First Look at Yourself and then Others Will Look at You Differently
The greatest activity that a man can engage in is the performance of mitzvos. That a mortal being is able to execute the Divine Will of our Creator is truly the noblest accomplishment. Nonetheless, the context in which we perform the mitzvos and the timing of each activity is critical, and we must be careful lest our zeal and passion to do the will of Hashem as the Torah commands bring about harmful consequences, collateral damage in today’s parlance. For example, a person might be so totally zoned into doing a mitzvah that at that very moment all other worldly things become irrelevant to him. At times this might be considered the ultimate way in which one can serve Hashem, but one must constantly be aware of his surroundings and of how all his actions even those involving mitzvos can affect those around him.
As a young child I was taught this lesson in an allegorical fashion: A fellow, when shopping for groceries, was burdened by a large number of bags and was struggling with his load with both hands. At that moment a young man who was engaged in the solicitation of charity for a worthy cause approached the hapless fellow and insisted that he make a donation on the spot, being totally oblivious to the man’s discomfort. True, the cause that the young man was seeking to support might have been laudable and at another time the solicitation might have been a meritorious deed, but in this instance it was severely lacking because timing is absolutely essential. It might be in reference to the proper way to perform mitzvos that it is written in Mishlei (Proverbs) , “דרכיה דרכי נועם וכל נתיבותיה שלום- Her [The Torah’s] ways are pleasant ways and all her paths are peaceful.”
This lesson can be also learned from our parsha. At the beginning of the parsha, the Torah teaches us regarding how scrupulous judges must be in upholding the laws. The Torah expresses a redundancy in the commandment: צדק צדק תרדוף, – justice, justice shall you pursue so that you will live and take possession of the land that Hashem, your G-d, gives you.”  The commentaries are perplexed by this redundancy of “Tzedek Tzedek tirdof.”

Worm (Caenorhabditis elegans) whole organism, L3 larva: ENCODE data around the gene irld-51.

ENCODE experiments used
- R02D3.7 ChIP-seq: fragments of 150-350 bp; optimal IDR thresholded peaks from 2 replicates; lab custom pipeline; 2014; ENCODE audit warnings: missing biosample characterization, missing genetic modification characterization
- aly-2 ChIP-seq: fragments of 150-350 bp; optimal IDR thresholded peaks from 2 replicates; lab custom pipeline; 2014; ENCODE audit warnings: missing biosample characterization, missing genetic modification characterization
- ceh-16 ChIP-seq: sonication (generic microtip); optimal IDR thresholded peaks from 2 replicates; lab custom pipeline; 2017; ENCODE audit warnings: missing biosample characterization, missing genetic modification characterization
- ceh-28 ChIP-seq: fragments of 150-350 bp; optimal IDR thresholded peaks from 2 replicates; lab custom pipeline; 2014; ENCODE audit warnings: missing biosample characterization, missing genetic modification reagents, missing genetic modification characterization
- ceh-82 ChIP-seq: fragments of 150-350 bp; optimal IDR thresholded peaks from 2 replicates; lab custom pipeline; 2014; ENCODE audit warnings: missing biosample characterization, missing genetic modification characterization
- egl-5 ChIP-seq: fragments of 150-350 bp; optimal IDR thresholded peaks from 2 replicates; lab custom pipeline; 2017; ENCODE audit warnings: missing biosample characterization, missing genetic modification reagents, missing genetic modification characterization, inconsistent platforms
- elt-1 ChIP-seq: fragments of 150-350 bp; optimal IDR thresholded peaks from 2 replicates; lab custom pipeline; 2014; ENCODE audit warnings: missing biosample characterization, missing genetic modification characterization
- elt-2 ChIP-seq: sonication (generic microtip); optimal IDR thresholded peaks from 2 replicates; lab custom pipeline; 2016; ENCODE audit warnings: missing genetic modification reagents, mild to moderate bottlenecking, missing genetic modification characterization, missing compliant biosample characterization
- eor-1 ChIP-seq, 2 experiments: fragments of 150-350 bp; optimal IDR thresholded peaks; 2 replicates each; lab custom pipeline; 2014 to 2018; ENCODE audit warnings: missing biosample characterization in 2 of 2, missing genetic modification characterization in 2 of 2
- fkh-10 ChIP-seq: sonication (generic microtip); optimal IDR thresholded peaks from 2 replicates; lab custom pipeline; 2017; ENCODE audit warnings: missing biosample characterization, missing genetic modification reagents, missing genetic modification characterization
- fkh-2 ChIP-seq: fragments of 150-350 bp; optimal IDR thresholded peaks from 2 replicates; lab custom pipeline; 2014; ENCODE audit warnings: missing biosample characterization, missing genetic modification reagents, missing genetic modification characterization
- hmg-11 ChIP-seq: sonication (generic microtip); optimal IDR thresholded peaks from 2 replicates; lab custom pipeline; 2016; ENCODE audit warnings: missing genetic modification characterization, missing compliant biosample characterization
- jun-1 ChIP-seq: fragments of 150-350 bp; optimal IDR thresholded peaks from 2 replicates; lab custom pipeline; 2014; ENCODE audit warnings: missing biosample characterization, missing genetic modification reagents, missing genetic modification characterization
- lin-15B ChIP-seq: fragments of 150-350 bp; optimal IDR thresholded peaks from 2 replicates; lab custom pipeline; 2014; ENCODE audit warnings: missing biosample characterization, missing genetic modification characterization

I once heard that the double wording of “tzedek” can be seen as to imply “tzedek b’tzedek tirdof” – meaning that not only shall justice be pursued but the means employed in the pursuit must also be just. Although a contemporary culture might subscribe to the concept that the end justifies the means, the Torah mandates us that, on the contrary, Tzedek B’tzedek tirdof, justice with justice you shall pursue.
This adds insight to the pasuk in parshas Kedoshim. The pasuk says  הוכח תוכיח את עמיתך ולא תשא עליו חטא – “rebuke, [yes, definitely] shall you rebuke your fellow Jew, and do not bear the yoke of his sins.
If one admonishes another, and the admonisher himself must be totally innocent of the misdeed about which he is giving rebuke. Otherwise, the chastised individual might retort snidely, “Who are you of all people to tell me such and such? Look at yourself and at how you behave!”
Indeed, Chazal does teach us  “First correct yourself and only then correct others!” For now, not only did the above describe his rebuke as not accomplish anything, if anything it only aggravated the situation. The miscreant who would reject that reproach has been caused to commit another sin, that of not heeding the words of rebuke. It would have been much wiser if the man giving the rebuke would have paid attention to the words of our Rabbis  ‘Just like it is a mitzvah to say something that people will heed to, it also a mitzvah not to say things that people will not listen to.
This then is the meaning of the pasuk, ”Rebuke, yea shall you rebuke your fellow Jew, but only if and when you do not exacerbate his bad behavior by causing him to bear more heavily, the yoke of his sins. Just as in our parsha we understood that the pursuit of justice should only be with righteousness, so too in Kedoshim, “Hoche’ach, [if you feel that you must rebuke someone], “toche’ach” you should first see whether you too need to be rebuked for the similar offense and only then can you can you proceed to lecture another person about his bad behavior. “V’lo sisa olav chait” – Only then can you be sure that you aren’t causing the additional sin of rejecting admonishment, for the wrongdoer will have nothing to say in response, and he will therefore try to better his actions.
This lesson is also learnt at the very beginning of our parsha as the pasuk says  שופטים ושוטרים תתן לך – Judges and police you shall place for yourself.” Reb Simcha Bunim of Peshischa  commented: Make ‘for yourself’ judges and police, that is, before you go and make judgments about other people, judge yourself first.
Rabbi Dovid Sochet